Another Legacy, 1.32

Kiki wakes in the predawn on the first morning of summer break. She has a plan.

While the rest of the household sleeps, she descends to the kitchen, still dark. She’s going for a run while the sun rises.

This summer, she’s going to get fit.

She isn’t sure if she’ll like running so early in the day. During the last half of spring semester, she fell into the pattern of running when she got home from school–if you could call it running. It was more like running five paces, jogging three, walking two, then stopping out of breath and waiting for her heart to stop pounding so hard. But after a bit, five paces became ten, then twenty, then she found her rhythm and could run for two or three minutes before needing to slow to a jog, and by the end of the semester, she didn’t need to stop to catch her breath at all.

But this was all late in the day, after her mind had been stimulated, and she had used the running/jogging sessions to clear and process all the confusing social input that she’d encountered that day.

But early in the morning? Before her mind had activated itself? Would she fall into some sort of trance, or something?

And sure enough, that is exactly what happens. While she runs in the early morning, her mind, not yet stimulated into a state of wakefulness, falls into a deep still quiet, without a thought. Everything becomes the rhythm of her feet on the ground, the pulsing of blood through her veins, the contraction and release of muscles, the steadiness of her breath. It’s an altered state, and she finds it almost mystical. Transcendent.

But she doesn’t have to go to school and interact with peers and teachers, so she realizes it’s OK if she’s in this state. She doesn’t have to appear normal. She’s at home, with no demands that she mask. So if she’s in a nonverbal state, that’s OK.

But perhaps the most amazing discovery is that this nonverbal, transcendent state, while recurring, is not permanent! She can move into it, but she doesn’t become it. She can still talk! And think in words. And states come and go, that is the discovery which pleases and intrigues her most.

It’s Aadhya who teaches her this, when she drops by with a “Happy Summer” gift shortly after Kiki returns from her sunrise run.

“Your first day of summer!” Aadhya says, with her dear smile that crinkles her eyes.

And Kiki finds herself thinking a torrent: How sweet! Is this a tradition? Look how adorable Aadhya is! How thoughtful. Does she share this kindness with everyone?

And when she opens her mouth, she says, “Thank you. I’ve never had a happy-summer gift before!”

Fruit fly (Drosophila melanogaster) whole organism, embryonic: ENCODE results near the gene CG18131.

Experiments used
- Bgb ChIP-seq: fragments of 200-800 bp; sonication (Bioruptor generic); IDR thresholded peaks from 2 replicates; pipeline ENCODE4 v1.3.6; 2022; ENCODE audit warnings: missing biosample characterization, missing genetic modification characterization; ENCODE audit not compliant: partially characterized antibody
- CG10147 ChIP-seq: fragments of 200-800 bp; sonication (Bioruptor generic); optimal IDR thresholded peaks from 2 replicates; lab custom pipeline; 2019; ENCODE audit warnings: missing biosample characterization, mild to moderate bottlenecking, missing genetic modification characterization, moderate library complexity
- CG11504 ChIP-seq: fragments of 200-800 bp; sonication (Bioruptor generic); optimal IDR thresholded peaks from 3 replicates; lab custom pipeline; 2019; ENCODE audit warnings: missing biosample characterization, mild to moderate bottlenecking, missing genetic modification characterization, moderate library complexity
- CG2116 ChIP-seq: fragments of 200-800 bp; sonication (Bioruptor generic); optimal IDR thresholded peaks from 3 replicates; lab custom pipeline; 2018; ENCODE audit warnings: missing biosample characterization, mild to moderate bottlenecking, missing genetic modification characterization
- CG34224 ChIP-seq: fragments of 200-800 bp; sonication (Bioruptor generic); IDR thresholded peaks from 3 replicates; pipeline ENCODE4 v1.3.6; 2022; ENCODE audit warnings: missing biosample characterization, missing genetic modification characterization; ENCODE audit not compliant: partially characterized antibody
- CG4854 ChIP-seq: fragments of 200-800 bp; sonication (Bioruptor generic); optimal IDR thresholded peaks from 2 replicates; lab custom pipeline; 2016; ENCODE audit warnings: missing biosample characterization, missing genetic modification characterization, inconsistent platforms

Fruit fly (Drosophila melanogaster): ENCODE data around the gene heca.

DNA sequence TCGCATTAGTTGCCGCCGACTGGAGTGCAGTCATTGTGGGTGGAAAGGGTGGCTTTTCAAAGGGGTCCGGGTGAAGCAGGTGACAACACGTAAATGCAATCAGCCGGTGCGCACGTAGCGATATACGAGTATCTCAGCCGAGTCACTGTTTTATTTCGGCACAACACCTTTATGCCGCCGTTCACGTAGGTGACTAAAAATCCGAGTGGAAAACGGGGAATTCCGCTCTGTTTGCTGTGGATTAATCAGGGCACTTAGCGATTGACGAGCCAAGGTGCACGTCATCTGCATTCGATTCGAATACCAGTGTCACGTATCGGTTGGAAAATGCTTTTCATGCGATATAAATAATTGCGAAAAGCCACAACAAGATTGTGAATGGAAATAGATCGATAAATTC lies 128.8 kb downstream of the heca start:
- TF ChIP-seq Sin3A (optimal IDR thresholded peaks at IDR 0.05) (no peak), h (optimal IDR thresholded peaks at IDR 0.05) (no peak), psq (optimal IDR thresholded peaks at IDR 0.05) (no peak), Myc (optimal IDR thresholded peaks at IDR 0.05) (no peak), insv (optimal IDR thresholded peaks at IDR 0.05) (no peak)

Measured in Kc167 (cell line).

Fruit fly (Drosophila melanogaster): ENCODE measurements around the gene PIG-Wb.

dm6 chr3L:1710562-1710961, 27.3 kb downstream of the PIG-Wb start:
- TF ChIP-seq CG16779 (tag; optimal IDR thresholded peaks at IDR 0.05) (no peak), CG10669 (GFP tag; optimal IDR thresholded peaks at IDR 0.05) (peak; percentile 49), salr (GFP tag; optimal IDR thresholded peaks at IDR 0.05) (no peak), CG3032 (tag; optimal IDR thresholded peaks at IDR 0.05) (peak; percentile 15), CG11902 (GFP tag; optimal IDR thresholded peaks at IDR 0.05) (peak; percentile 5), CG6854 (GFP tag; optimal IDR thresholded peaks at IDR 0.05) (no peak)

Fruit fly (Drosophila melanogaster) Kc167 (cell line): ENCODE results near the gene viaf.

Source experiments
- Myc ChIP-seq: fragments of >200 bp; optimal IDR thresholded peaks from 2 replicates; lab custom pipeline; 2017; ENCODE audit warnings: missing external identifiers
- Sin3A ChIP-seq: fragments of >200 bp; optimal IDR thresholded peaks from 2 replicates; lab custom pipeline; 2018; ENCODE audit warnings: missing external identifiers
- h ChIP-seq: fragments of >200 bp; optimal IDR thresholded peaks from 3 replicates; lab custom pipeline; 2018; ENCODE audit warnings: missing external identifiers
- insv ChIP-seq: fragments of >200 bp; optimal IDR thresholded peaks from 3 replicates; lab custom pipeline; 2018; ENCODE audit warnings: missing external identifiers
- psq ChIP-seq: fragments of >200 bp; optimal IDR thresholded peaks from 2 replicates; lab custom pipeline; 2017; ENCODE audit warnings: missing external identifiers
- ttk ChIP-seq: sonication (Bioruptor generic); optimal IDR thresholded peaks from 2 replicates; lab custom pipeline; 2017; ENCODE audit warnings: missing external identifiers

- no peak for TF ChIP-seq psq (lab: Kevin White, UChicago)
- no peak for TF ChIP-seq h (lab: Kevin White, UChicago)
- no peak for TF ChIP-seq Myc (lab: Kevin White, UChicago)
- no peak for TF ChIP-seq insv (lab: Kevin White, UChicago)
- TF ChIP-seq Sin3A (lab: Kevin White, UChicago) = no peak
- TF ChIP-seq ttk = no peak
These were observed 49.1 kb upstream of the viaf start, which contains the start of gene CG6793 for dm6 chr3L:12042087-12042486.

It’s a set of oil paints, linseed oil, and turpenoid, which is exactly what Kiki wanted if she’d stopped to think about her other summer goal of painting.

She has this idea of creating a series of post-industrial landscapes. She loves the way that the relics of refineries, shipping containers, and warehouses have gained a patina that makes them recede into the landscape, as if they were landmarks of forgotten times, eclipsed by the trees and vines that now obscure them. She wants to remember them through her paintings. After all, her birth parents had worked there, just as Case had worked to shut them down. And now they stood, like her, really, as the junction of the industrial and the ecological. This is what comes out of that.

She has other goals for the summer, too. She wants to win a chess game against Case. She’s drawn against him once or twice. But a win? Not even close. She doesn’t know if the goal is reasonable, but she feels it’s worthy, for in striving to be the victor, she’ll develop her mind, specifically, her ability to detect patterns, visualize, and plan, and those skills, she feels, will be especially useful as she goes into her sophomore year of high school. At least her mind won’t have stagnated over the summer.

The best part, though, of the chess goal is that it ensures she’ll spend regular time with Case. Right now, as it’s been the past 13 years, Case is her favorite person on the planet. When they’re together, they can talk or not. They mostly don’t talk during chess because, you know… chess. But at other times, in the kitchen, or over meals, or in the garden, they can talk or not. It doesn’t matter. It’s comfortable, regardless.

When Kiki gets up from the chessboard and walks into the house, this is how I find Case looking after her.

Moments like this are times when The Sims 4 really gets it right. His face–that pride and love and tenderness and protectiveness–that face says it all.

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